I said that I would post regular updates on what is happening in GTK+ 4 land. This was a while ago, so an update is overdue.
So, whats new ?
Deprecation cleanup has continued, and is mostly done at this point. We have the beginning of a porting guide that mentions some of the required changes for early adopters who want to stick their toes into the GTK+ 4 waters. Sadly, I haven’t gotten the GTK+ 4 docs up on the website yet, so no link…
Among the things that have been dropped as part of our ongoing cleanup has been the pixel cache, which should no longer be needed. This is nice since the pixel cache was causing problems, in particular on connection with transparency and component alpha (in font rendering).
Not really a cleanup, but we also got rid of the split into multiple shared objects (libgtk, libgdk, libgsk). Now, we just install a single libgtk, which also provides the gdk and gsk APIs. This has some small performance benefits, but mainly, it makes it easier for us to have private APIs that cross the gtk/gdk boundary.
Some of the core APIs that are important when you are creating your own widgets have been changed around a bit:
- The five different virtual functions that are used for size requisition have been replaced by a single new vfunc, measure(). This is using the same approach that we are already using for gadgets, where it has worked well.
- The draw() virtual function that lets widget render themselves onto a cairo surface has been replaced by the new snapshot() vfunc, which lets widget create render nodes. This is essentially the change from direct to indirect rendering. Most widgets and gadgets have been ported over to this new wayof doing things.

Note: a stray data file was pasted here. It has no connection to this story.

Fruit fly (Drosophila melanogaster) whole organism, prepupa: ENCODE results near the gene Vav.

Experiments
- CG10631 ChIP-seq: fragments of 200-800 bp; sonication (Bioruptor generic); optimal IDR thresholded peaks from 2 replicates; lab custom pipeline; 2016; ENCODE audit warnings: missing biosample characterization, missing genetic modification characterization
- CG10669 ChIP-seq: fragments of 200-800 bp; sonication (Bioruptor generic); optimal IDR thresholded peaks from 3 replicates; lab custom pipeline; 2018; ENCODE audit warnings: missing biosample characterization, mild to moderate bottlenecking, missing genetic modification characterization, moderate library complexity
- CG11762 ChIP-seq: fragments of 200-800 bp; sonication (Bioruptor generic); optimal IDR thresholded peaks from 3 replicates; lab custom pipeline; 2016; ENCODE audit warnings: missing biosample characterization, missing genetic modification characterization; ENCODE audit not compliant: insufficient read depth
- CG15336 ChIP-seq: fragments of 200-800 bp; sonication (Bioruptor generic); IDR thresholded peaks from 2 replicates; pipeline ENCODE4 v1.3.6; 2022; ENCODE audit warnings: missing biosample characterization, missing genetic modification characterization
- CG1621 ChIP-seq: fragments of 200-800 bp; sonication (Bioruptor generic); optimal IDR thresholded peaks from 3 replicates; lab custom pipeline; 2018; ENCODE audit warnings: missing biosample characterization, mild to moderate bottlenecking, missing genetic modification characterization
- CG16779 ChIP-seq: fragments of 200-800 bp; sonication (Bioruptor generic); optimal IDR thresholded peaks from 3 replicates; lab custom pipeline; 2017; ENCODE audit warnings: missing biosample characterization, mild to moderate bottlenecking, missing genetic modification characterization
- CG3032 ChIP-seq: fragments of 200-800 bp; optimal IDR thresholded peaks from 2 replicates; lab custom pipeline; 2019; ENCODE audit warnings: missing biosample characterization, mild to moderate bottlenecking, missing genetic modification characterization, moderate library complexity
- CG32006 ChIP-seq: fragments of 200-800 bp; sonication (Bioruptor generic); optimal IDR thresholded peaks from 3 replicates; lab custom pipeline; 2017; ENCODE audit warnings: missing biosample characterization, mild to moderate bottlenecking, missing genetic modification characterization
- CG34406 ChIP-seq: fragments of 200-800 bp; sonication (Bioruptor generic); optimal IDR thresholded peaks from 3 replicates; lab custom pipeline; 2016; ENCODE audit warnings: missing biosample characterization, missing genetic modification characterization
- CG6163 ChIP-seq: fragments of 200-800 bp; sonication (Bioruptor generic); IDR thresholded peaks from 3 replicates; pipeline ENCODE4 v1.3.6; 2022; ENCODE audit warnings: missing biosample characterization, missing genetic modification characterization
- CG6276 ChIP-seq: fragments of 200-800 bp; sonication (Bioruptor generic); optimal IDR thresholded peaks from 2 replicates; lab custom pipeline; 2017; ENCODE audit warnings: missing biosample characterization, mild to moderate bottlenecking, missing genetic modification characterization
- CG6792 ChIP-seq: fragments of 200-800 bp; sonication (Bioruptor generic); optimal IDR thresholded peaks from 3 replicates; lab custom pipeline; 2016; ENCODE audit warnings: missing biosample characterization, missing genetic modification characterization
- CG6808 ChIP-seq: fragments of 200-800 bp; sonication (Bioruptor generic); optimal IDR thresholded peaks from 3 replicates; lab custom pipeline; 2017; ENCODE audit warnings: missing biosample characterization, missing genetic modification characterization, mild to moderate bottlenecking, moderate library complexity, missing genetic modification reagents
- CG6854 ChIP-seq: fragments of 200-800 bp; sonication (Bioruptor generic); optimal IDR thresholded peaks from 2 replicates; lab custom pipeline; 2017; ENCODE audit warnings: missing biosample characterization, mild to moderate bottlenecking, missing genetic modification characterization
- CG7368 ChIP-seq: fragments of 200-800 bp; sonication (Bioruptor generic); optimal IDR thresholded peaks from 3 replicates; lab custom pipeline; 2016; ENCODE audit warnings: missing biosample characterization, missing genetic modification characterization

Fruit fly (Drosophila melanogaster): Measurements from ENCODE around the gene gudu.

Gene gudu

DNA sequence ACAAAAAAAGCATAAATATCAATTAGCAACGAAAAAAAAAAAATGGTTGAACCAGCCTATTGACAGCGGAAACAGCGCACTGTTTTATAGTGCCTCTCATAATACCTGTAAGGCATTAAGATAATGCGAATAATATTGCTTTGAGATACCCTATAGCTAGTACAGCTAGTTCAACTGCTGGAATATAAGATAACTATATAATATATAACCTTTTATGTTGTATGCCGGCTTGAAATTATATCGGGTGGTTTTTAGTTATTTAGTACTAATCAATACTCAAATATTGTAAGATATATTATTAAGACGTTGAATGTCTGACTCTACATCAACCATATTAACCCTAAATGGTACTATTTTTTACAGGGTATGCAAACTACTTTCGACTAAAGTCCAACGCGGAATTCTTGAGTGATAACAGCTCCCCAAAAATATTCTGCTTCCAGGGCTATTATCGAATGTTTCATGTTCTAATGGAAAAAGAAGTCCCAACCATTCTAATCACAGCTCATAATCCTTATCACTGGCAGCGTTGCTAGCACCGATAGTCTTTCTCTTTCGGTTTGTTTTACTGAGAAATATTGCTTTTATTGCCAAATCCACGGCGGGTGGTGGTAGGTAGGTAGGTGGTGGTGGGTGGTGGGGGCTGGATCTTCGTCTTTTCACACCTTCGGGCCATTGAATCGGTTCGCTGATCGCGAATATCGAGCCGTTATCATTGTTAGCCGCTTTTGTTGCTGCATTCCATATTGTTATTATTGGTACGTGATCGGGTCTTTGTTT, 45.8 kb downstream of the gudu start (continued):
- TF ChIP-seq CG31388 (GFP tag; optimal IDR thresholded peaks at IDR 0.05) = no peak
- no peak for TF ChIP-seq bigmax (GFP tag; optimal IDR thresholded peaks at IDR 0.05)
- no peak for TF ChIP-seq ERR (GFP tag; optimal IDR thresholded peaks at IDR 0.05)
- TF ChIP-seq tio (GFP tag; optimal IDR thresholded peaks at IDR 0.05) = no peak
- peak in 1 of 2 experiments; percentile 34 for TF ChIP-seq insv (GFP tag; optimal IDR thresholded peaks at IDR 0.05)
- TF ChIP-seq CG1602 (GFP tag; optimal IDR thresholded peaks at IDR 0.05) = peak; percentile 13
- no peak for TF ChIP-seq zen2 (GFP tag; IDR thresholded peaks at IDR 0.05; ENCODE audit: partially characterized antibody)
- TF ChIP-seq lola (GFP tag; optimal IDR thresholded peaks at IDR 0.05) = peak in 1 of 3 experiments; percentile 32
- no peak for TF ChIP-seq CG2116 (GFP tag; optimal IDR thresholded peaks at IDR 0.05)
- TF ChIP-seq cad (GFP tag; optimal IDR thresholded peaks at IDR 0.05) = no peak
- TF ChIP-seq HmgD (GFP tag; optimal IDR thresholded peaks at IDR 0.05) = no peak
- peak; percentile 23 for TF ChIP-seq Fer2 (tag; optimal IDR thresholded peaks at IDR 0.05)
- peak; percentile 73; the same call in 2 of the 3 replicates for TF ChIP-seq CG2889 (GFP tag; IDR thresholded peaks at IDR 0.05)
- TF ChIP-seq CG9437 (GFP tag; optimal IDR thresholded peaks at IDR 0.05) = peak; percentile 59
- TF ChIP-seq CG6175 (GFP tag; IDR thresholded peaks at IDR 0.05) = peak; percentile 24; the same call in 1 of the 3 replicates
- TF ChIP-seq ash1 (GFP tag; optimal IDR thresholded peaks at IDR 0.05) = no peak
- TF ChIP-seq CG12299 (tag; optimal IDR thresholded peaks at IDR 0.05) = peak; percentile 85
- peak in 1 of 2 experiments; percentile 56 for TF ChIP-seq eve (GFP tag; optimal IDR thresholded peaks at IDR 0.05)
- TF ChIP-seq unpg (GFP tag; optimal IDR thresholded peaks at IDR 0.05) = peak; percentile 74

These changes are only important to you if you create your own widgets.
GdkWindow has gained a few new constructors to replace the old libX11-style gdk_window_new. Their names should indicate what they are good for:
The last two are worth mentioning as examples where we move backend-specific functionality to backend APIs.
In the medium term, we are moving towards a world with only toplevel windows. As a first step towards this, we no longer support native child windows, and gdk_window_reparent() is gone. This allowed us to considerably simply the GdkWindow code.
When we initially merged GSK, it had a GL renderer and a software fallback (using cairo). Since then, Benjamin has created a Vulkan renderer. The renderer can be selected using the GSK_RENDERER environment variable.
So, for example, this is how to run gtk4-demo with the cairo renderer and the X11 backend:
GSK_RENDERER=cairo GDK_BACKEND=x11 gtk4-demo
After the GSK merge, we struggled a bit to come up with a working approach to converting all our widget and CSS rendering to render nodes. With the introduction of the snapshot() vfunc, we’ve been able to make progress on this front. As part of this effort, Benjamin changed the GSK API around a bit. There are now a bunch of special-purpose render node subclasses that let us effectively translate the CSS rendering, e.g.
…and so on. More node types will be created as we discover the need for them.
As an example of new functionality that would be very hard to support adequately in GTK+ 3, Benjamin recently added gsk_color_matrix_node_new and used it to implement the CSS filter spec, which is good for a few screenshots:
Since this is all done on the GPU (unless you are using the software renderer), applying one of these filters does not affect performance much, as can be seen in this screencast of the fishbox demo:
Expect to see more uses of these new capabilities in GTK+ as things progress. Fun times ahead!
2 thoughts on “GTK+ Happenings”
Can we get the fishbowl in every GNOME application and call it GNOME Wanda Point Oh?
Happy new year, and thanks to you and everyone else for all of your hard work. : )
Happy new year! You’re hard work looks amazing.
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